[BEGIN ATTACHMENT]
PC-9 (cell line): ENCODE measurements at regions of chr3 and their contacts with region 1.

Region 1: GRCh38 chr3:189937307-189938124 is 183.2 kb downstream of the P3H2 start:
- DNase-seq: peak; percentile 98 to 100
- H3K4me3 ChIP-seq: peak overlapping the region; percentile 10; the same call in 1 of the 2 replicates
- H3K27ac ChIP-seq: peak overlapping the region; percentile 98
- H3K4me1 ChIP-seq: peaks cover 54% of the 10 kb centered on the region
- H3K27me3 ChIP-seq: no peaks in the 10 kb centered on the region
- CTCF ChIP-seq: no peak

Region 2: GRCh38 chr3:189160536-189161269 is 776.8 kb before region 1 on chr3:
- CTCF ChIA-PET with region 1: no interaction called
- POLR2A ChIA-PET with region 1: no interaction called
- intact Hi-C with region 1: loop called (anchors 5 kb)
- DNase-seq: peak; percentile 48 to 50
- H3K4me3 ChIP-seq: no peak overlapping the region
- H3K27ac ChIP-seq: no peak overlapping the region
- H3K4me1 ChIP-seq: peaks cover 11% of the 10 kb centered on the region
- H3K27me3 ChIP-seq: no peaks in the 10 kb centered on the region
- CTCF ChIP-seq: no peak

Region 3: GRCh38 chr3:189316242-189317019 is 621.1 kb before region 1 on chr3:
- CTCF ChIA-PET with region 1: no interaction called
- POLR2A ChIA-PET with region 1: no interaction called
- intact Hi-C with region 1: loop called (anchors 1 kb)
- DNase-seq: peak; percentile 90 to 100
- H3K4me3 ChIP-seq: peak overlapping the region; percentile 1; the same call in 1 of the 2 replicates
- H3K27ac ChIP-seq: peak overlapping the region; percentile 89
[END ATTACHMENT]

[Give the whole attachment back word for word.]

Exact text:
PC-9 (cell line): ENCODE measurements at regions of chr3 and their contacts with region 1.

Region 1: GRCh38 chr3:189937307-189938124 is 183.2 kb downstream of the P3H2 start:
- DNase-seq: peak; percentile 98 to 100
- H3K4me3 ChIP-seq: peak overlapping the region; percentile 10; the same call in 1 of the 2 replicates
- H3K27ac ChIP-seq: peak overlapping the region; percentile 98
- H3K4me1 ChIP-seq: peaks cover 54% of the 10 kb centered on the region
- H3K27me3 ChIP-seq: no peaks in the 10 kb centered on the region
- CTCF ChIP-seq: no peak

Region 2: GRCh38 chr3:189160536-189161269 is 776.8 kb before region 1 on chr3:
- CTCF ChIA-PET with region 1: no interaction called
- POLR2A ChIA-PET with region 1: no interaction called
- intact Hi-C with region 1: loop called (anchors 5 kb)
- DNase-seq: peak; percentile 48 to 50
- H3K4me3 ChIP-seq: no peak overlapping the region
- H3K27ac ChIP-seq: no peak overlapping the region
- H3K4me1 ChIP-seq: peaks cover 11% of the 10 kb centered on the region
- H3K27me3 ChIP-seq: no peaks in the 10 kb centered on the region
- CTCF ChIP-seq: no peak

Region 3: GRCh38 chr3:189316242-189317019 is 621.1 kb before region 1 on chr3:
- CTCF ChIA-PET with region 1: no interaction called
- POLR2A ChIA-PET with region 1: no interaction called
- intact Hi-C with region 1: loop called (anchors 1 kb)
- DNase-seq: peak; percentile 90 to 100
- H3K4me3 ChIP-seq: peak overlapping the region; percentile 1; the same call in 1 of the 2 replicates
- H3K27ac ChIP-seq: peak overlapping the region; percentile 89